Getting the database connection obviously depends on your environment and technology stack. In this post, I will show you how to do that with Hibernate 5.

Bootstrapping Hibernate

If you’re using Hibernate, you already configured the database connection in your Hibernate configuration. You probably also want to use Hibernate’s database validation to make sure that your mapping fits the database. You can do that by adding Liquibase to your startup process and execute the update before you create a SessionFactory.

// Prepare the Hibernate configuration
StandardServiceRegistry reg = new StandardServiceRegistryBuilder().configure().build();
MetadataSources metaDataSrc = new MetadataSources(reg);

// Get database connection
Connection con = metaDataSrc.getServiceRegistry().getService(ConnectionProvider.class).getConnection();
JdbcConnection jdbcCon = new JdbcConnection(con);

// Initialize Liquibase and run the update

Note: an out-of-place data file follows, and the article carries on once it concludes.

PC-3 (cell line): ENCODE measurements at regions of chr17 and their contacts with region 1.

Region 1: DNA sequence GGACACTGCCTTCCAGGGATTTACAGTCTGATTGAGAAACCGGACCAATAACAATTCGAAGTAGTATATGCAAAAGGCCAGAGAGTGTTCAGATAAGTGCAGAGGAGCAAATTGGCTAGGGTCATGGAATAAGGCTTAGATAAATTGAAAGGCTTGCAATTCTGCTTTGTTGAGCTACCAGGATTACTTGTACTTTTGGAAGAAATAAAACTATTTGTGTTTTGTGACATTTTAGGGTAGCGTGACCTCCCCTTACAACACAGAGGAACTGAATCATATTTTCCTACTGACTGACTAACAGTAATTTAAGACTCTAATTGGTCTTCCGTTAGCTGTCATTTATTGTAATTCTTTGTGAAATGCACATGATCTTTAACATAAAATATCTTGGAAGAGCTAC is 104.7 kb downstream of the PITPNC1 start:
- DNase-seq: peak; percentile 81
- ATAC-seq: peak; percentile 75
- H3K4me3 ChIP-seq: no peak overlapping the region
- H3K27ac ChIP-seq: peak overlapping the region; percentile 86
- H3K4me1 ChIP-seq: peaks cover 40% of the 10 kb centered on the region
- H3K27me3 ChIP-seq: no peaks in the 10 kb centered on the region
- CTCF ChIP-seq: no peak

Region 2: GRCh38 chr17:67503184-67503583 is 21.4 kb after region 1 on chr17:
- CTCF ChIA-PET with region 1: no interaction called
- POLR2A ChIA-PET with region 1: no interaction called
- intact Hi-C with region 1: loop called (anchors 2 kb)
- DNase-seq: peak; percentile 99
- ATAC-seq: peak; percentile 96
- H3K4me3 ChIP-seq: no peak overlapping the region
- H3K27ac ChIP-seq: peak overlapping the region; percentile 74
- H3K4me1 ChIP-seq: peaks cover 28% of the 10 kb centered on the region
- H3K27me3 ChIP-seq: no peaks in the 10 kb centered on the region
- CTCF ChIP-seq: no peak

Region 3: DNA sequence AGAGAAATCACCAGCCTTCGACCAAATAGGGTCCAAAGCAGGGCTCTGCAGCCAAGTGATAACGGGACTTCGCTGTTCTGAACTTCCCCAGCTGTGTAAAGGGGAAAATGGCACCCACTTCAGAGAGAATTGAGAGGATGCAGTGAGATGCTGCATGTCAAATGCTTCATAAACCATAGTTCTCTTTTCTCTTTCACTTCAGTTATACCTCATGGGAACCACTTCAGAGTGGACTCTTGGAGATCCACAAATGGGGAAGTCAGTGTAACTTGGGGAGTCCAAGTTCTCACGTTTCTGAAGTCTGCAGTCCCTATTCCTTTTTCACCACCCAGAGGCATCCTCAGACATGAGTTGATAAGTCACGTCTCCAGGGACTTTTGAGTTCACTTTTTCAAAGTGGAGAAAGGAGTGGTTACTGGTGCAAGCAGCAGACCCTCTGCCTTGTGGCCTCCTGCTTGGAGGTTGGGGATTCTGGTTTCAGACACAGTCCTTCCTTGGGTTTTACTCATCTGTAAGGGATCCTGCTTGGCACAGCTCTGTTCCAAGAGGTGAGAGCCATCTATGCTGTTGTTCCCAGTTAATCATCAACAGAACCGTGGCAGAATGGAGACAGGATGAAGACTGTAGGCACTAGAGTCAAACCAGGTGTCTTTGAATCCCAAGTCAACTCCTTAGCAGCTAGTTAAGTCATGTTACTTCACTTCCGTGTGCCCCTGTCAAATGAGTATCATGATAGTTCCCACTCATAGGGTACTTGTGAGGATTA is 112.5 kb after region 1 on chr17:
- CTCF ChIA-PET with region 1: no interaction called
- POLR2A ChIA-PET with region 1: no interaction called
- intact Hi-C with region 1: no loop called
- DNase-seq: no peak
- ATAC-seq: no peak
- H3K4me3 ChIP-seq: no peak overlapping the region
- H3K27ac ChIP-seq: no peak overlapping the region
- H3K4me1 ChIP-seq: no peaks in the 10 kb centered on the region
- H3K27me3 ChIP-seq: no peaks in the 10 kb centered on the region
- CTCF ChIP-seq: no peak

Database database = DatabaseFactory.getInstance().findCorrectDatabaseImplementation(jdbcCon);
Liquibase liquibase = new Liquibase("db.changelog.xml", new ClassLoaderResourceAccessor(), database);

// Create Hibernate SessionFactory
sf = metaDataSrc.addAnnotatedClass(Author.class).addAnnotatedClass(Book.class).buildMetadata().buildSessionFactory();

You first need to build a StandardServiceRegistry and use it to instantiate a MetadataSources object. I don’t provide any configuration when calling these methods and Hibernate reads the hibernate.cfg.xml file from the classpath.